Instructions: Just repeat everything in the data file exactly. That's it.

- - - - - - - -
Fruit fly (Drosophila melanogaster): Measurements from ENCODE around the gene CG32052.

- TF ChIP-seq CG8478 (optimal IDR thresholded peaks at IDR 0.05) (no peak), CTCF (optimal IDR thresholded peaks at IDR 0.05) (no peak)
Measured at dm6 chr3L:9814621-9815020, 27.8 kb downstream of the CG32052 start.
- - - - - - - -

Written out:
Fruit fly (Drosophila melanogaster): Measurements from ENCODE around the gene CG32052.

- TF ChIP-seq CG8478 (optimal IDR thresholded peaks at IDR 0.05) (no peak), CTCF (optimal IDR thresholded peaks at IDR 0.05) (no peak)
Measured at dm6 chr3L:9814621-9815020, 27.8 kb downstream of the CG32052 start.